A military history podcast that looks at all aspects of WWII.
With WW2 slipping from living memory I aim to look at different historical aspects of the Secon...
5 resultat 206
203 - The Battle of Britain, July 1940
In this episode, I’m joined by Patrick Eriksson. If you cast your memory back, Patrick has previously joined us to talk about the Luftwaffe and his Alarmstart trilogy of books (episodes 60, 85 and 104). This time, he is back to discuss the opening few weeks of the Battle of Britain, covered in his book Tally-Ho: RAF Tactical Leadership in the Battle of Britain, July 1940. Patreonpatreon.com/ww2podcast
202 - Leningrad, 1941-42
From September 1941, the Germans surrounded Leningrad, laying siege to the city for 900 days. Over 2 million Russians were trapped, and thousands would die through starvation. As the winter closed in, Lake Ladoga froze, allowing trucks to cross the ice. Dubbed ‘Road of Life’, it would bring vital supplies and eventually evacuate over a million civilians from the besieged city. While all the time, the Russian army struggled to try and lift the siege. I am happy to welcome back to the podcast Prit Buttar. Pritt’s latest book is To Besiege a City: Leningrad 1941–42, and we will discuss the first year of the siege. Patreonpatreon.com/ww2podcast
201 - Japanese Americans in WWII
After the attack on Pearl Harbor, over 125,000 Japanese Americans living in the continental United States were incarcerated in prison camps. The majority of these were born in America and US citizens. This was authorised by an Executive Order from President Roosevelt. The Japanese Americans complied and spent years in the camps. Even though incarcerated, they remained loyal Americans. When the call came for volunteers for the Army first the 100th Infantry Battalion was formed and then the 442 Regimental Combat Team - in which thousands of Japanese Americans volunteered to serve. These two units were awarded over 4,000 Purple Hearts, and 21 men received the Medal of Honor. In post-war America, the narrative of the treatment of Japanese Americans shifted. In 1988 President Ronald Reagan signed the Civil Liberties Act, which officially apologised for the incarceration on behalf of the U.S. government. Joining me today is Mitchell Maki. Mitchell is the President and CEO of the Go For Broke National Education Center, a non-profit organisation dedicated to preserving the legacy and lessons of the Nisei World War II veterans. And he is the author of Achieving the Impossible Dream: How Japanese Americans Obtained Redress. Patreonpatreon.com/ww2podcast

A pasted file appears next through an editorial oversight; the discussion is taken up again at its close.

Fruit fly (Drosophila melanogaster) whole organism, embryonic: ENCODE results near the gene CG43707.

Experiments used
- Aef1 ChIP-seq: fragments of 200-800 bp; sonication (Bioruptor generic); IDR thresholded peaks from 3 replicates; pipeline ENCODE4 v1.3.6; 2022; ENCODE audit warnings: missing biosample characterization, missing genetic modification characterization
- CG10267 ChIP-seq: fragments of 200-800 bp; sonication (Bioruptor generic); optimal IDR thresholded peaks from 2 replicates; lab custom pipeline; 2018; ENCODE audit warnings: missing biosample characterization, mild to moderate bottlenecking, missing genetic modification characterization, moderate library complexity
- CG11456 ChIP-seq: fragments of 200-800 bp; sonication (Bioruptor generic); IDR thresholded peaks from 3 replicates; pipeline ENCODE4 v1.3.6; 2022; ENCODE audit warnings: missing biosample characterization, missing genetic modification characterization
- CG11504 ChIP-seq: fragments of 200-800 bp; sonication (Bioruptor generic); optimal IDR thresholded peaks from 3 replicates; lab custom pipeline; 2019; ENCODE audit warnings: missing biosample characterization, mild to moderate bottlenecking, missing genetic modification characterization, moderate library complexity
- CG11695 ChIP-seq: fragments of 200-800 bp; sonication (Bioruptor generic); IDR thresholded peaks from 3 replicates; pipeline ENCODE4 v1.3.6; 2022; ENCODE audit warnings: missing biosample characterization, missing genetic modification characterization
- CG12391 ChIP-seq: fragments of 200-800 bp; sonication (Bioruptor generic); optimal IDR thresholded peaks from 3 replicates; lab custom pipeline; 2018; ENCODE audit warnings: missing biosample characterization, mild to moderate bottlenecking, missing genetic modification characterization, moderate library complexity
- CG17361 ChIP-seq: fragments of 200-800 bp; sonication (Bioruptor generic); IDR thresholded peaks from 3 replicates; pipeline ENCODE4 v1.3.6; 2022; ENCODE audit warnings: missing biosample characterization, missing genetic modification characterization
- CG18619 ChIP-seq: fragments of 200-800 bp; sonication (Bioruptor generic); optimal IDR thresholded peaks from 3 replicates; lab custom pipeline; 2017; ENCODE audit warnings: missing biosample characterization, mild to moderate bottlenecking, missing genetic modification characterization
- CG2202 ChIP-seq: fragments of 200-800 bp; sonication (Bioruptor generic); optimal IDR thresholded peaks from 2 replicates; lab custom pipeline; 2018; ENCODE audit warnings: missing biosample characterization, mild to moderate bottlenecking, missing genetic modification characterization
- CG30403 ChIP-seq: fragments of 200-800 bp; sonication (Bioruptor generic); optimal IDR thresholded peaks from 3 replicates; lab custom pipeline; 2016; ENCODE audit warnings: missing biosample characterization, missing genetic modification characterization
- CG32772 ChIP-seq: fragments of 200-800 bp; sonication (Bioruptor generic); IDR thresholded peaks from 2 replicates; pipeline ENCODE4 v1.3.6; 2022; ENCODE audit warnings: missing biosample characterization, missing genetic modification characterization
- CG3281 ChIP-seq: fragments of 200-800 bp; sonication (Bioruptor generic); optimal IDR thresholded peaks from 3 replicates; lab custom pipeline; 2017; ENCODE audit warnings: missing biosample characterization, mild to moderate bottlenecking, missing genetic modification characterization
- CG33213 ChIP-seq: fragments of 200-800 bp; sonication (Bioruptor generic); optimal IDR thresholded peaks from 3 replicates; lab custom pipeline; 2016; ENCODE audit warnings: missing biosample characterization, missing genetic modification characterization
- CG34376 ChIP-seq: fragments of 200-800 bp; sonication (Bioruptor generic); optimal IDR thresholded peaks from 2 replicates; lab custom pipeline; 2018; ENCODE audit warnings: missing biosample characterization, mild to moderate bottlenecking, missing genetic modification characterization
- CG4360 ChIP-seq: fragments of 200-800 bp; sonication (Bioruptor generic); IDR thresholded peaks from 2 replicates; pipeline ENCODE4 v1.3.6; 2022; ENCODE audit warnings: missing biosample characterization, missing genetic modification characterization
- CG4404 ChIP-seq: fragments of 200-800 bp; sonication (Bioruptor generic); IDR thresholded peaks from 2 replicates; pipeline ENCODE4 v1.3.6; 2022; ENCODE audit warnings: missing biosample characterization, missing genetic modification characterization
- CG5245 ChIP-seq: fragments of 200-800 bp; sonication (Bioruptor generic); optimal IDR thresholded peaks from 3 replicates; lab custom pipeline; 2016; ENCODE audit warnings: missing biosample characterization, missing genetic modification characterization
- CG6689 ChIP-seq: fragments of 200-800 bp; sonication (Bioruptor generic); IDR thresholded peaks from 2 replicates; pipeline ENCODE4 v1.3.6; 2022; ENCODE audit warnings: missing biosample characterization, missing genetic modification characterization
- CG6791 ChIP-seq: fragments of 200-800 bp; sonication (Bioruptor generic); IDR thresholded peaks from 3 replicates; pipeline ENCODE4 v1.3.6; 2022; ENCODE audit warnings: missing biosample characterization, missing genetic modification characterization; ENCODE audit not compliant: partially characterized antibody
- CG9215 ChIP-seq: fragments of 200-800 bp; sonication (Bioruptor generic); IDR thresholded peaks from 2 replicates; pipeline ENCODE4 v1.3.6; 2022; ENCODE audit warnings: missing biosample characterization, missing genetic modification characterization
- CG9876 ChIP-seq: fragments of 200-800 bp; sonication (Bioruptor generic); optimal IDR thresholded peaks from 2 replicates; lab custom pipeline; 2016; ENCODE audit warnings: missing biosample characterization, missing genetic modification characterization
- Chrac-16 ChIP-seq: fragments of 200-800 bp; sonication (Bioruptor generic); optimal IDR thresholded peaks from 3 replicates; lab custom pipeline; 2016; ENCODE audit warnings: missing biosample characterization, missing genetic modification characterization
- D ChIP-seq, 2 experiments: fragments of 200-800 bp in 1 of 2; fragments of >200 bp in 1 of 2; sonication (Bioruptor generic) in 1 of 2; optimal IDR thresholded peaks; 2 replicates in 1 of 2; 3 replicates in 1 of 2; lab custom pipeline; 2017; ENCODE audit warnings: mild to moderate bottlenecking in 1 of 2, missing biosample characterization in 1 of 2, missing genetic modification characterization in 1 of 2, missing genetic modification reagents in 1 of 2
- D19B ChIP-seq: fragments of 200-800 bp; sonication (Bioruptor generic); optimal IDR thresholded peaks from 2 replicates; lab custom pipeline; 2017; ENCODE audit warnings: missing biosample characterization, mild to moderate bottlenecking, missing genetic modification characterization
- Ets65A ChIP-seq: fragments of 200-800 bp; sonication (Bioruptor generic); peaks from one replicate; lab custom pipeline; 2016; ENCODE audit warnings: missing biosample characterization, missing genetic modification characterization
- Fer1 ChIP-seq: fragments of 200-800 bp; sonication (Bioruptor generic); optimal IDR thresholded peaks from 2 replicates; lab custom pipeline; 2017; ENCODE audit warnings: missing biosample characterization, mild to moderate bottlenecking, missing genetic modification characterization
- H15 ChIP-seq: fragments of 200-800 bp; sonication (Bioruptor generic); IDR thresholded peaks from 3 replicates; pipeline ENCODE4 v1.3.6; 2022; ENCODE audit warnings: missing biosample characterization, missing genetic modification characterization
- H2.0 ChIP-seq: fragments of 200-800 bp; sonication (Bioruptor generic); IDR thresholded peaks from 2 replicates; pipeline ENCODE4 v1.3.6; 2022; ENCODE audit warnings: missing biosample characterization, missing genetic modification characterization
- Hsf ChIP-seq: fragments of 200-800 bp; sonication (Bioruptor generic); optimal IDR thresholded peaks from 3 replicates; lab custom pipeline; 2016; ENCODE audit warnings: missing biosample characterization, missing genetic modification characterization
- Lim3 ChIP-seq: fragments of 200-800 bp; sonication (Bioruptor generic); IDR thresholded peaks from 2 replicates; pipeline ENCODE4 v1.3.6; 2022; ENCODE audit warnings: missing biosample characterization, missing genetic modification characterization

200 - The Life of Mrs George S Patton
Few wives of prominent men are more than a footnote in many histories, but they were often central to their husbands' lives. The classic well-known example is the relationship between the wartime British Prime Minister Winston Churchill and his wife Clementine (see episode 116). For months I've been sitting on Stefanie van Steelandt's biography of Mrs Patton, Lady of the Army: The Life of Mrs George S Patton. Following my look at George Patton in the last episode, I thought it was the opportune time to look at his wife Beatrice. Patreonpatreon.com/ww2podcast
199 - Patton, August - December 1944
If you cast your memory back to episode 157, Kevin Hymel joined me. We discussed General Patton from the campaigns in Mediteranean in 1942 to just before his activation as commander of third army in 1944. Kevin is back. This time we will discuss Patton’s arrival in France through to the Battle of the Bulge. Kevin has worked as a historian for the US Army and is currently doing work for the Arlington National Cemetery. He is also a tour guide for Stephen Ambrose Historical Tours. He is the author of Patton’s Photographs: War as He Saw It, and his second book in what is to be a trilogy, is Patton's War: An American General's Combat Leadership, Volume II: August to December 1944. Patreonpatreon.com/ww2podcast